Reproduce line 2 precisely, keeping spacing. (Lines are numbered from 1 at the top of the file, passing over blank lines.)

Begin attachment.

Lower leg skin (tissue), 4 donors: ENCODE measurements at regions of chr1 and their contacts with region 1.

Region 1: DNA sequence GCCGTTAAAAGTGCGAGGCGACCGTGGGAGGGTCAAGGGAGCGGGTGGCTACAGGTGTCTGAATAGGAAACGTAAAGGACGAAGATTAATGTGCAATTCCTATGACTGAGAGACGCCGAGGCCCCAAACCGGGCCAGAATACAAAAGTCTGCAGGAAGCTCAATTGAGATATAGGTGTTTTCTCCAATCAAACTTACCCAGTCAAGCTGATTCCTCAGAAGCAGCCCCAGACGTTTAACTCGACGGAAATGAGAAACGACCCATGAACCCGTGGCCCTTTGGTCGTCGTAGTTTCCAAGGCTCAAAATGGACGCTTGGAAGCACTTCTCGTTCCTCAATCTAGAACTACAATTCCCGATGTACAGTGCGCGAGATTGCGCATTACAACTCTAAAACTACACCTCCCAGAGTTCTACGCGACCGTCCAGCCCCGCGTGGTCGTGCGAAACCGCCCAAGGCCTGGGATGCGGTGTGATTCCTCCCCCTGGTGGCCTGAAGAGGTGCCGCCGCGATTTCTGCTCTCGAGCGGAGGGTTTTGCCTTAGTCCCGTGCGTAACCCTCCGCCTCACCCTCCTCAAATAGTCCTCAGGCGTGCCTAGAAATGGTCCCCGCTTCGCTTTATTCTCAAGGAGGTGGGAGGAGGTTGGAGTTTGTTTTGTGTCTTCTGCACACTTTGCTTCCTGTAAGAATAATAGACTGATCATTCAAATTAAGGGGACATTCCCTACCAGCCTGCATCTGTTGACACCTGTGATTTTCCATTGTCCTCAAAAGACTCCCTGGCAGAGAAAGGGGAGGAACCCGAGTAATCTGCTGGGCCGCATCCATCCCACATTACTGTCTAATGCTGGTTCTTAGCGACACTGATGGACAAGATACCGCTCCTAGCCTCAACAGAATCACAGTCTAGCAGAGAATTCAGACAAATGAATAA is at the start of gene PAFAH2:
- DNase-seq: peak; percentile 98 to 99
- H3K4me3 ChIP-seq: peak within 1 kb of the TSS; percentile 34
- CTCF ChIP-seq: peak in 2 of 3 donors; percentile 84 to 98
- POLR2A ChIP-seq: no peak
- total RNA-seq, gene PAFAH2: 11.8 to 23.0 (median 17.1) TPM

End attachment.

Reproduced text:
Region 1: DNA sequence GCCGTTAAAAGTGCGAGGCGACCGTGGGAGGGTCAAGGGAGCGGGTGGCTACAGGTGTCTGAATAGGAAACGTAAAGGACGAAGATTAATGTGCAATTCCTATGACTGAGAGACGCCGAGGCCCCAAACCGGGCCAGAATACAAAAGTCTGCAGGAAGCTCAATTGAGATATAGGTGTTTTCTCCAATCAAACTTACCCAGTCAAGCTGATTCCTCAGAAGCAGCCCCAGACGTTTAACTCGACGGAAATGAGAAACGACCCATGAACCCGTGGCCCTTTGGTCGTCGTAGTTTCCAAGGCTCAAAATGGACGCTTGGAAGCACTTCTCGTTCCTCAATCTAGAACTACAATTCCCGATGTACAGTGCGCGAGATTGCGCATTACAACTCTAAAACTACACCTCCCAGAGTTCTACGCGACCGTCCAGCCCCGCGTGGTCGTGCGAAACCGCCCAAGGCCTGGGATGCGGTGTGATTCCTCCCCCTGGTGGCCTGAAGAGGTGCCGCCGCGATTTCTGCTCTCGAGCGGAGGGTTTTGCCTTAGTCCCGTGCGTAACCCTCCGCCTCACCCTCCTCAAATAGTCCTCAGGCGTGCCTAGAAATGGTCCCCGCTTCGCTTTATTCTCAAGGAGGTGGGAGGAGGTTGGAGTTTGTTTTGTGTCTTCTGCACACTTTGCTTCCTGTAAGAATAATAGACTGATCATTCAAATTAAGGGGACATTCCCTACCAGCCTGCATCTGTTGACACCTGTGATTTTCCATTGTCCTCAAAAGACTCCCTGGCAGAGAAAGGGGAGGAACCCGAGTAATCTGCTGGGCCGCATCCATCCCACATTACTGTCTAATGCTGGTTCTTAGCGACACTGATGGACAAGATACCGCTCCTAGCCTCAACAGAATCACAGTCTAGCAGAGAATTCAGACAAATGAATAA is at the start of gene PAFAH2: